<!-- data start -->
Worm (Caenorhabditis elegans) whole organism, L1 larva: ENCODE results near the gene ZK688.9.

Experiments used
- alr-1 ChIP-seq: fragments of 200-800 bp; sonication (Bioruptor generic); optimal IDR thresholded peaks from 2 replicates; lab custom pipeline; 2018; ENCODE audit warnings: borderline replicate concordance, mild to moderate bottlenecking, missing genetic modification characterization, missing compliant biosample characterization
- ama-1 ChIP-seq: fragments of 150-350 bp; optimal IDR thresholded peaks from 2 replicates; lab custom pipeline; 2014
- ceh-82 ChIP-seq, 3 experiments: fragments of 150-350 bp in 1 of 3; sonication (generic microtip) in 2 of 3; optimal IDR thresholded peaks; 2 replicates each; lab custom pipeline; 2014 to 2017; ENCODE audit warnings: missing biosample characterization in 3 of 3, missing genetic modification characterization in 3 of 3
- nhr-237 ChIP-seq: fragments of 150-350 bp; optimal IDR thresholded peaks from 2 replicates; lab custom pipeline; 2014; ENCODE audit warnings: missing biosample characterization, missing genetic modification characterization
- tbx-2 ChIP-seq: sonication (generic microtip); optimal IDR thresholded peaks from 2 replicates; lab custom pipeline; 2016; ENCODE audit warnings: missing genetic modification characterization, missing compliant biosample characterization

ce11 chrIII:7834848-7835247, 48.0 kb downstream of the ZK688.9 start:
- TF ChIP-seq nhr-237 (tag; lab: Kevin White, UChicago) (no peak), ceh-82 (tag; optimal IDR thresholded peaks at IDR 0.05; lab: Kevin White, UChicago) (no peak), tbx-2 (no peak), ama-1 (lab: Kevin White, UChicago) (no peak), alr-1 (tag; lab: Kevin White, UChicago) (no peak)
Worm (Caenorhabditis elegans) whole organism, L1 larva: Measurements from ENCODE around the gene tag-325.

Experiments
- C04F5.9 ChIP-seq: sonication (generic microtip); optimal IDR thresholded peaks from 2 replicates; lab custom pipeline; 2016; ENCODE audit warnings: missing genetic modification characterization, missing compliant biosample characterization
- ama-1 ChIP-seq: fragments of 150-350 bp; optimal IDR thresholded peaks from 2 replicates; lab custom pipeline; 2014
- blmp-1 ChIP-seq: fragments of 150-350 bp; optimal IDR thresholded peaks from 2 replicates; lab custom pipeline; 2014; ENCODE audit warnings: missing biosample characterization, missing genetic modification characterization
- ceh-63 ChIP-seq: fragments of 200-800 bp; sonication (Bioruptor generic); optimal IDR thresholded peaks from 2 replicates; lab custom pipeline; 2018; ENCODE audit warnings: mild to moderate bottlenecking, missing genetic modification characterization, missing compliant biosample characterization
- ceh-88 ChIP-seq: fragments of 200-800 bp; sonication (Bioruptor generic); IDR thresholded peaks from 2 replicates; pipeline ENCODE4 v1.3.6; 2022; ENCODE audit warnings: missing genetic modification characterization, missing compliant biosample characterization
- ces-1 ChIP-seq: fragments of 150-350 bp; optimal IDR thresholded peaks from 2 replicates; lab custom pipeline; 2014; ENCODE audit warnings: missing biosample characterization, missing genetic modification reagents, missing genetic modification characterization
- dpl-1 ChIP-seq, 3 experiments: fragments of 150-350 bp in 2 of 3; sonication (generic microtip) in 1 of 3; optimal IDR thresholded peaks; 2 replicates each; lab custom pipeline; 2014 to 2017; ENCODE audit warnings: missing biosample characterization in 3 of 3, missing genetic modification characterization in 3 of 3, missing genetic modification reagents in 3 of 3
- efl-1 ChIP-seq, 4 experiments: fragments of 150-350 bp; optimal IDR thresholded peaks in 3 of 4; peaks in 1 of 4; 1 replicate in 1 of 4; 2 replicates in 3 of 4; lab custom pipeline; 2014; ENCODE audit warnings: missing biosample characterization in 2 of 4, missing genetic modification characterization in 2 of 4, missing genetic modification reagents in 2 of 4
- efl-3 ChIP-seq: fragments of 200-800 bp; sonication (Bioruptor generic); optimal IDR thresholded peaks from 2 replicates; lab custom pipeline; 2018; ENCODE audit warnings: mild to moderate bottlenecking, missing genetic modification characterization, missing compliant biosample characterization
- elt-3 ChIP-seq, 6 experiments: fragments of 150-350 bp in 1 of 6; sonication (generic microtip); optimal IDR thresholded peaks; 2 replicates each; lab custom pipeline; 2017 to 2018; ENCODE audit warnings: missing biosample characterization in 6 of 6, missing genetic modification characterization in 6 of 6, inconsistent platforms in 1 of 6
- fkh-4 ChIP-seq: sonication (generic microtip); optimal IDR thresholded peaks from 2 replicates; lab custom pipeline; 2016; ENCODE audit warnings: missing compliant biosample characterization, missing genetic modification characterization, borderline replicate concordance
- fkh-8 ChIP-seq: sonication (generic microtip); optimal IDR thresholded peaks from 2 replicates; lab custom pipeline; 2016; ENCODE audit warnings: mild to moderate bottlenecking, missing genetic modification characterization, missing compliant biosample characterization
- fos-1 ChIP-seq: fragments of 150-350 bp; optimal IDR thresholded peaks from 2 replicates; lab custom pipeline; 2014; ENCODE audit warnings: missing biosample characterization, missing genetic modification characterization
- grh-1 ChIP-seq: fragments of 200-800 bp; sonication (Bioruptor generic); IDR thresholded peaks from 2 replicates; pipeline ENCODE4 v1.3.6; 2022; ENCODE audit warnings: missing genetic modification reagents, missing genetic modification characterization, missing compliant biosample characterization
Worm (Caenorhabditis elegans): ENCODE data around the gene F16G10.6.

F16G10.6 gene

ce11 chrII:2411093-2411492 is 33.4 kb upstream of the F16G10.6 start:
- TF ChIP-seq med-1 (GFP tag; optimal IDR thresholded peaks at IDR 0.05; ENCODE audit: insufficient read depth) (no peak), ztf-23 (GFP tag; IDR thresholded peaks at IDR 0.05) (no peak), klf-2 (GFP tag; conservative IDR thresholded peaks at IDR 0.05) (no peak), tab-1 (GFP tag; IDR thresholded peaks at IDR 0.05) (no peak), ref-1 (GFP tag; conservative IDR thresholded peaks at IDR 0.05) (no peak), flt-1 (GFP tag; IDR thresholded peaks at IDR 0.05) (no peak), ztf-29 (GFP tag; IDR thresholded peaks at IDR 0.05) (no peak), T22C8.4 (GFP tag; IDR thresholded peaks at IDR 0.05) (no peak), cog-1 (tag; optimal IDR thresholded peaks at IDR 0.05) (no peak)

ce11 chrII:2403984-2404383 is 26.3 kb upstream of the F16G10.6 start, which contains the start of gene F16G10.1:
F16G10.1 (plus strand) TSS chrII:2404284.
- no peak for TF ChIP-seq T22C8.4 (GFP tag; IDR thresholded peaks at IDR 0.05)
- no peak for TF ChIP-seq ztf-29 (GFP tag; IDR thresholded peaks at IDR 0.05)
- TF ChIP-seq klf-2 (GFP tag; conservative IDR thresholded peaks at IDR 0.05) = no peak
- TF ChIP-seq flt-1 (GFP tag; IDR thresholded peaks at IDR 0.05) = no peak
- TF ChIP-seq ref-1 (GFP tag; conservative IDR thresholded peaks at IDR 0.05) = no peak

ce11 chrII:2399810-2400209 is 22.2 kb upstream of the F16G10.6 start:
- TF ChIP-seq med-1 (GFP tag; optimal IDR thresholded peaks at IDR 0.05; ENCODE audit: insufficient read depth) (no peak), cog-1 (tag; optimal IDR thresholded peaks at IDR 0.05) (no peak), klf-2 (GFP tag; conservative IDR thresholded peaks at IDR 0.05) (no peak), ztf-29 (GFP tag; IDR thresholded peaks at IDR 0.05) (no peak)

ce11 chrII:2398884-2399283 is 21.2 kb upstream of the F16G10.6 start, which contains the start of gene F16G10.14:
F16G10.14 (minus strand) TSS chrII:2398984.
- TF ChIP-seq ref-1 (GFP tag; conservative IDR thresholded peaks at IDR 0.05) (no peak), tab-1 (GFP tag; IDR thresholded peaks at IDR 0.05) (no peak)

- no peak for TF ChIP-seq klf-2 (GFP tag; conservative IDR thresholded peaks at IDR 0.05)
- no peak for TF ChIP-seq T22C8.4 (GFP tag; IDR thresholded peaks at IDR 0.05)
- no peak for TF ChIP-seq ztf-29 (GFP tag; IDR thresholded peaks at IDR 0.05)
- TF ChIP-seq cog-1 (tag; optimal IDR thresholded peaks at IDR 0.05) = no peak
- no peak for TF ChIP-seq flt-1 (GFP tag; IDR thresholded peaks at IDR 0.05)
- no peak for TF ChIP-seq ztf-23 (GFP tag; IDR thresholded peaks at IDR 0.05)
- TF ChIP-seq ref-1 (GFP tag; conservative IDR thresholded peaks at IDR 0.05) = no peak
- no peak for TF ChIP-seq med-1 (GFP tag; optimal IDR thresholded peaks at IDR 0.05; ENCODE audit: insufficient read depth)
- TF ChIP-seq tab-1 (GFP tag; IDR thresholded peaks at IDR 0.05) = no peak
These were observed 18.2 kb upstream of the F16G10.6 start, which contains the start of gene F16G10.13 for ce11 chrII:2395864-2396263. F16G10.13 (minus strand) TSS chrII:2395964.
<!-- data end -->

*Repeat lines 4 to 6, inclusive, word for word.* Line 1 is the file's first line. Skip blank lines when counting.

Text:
- ama-1 ChIP-seq: fragments of 150-350 bp; optimal IDR thresholded peaks from 2 replicates; lab custom pipeline; 2014
- ceh-82 ChIP-seq, 3 experiments: fragments of 150-350 bp in 1 of 3; sonication (generic microtip) in 2 of 3; optimal IDR thresholded peaks; 2 replicates each; lab custom pipeline; 2014 to 2017; ENCODE audit warnings: missing biosample characterization in 3 of 3, missing genetic modification characterization in 3 of 3
- nhr-237 ChIP-seq: fragments of 150-350 bp; optimal IDR thresholded peaks from 2 replicates; lab custom pipeline; 2014; ENCODE audit warnings: missing biosample characterization, missing genetic modification characterization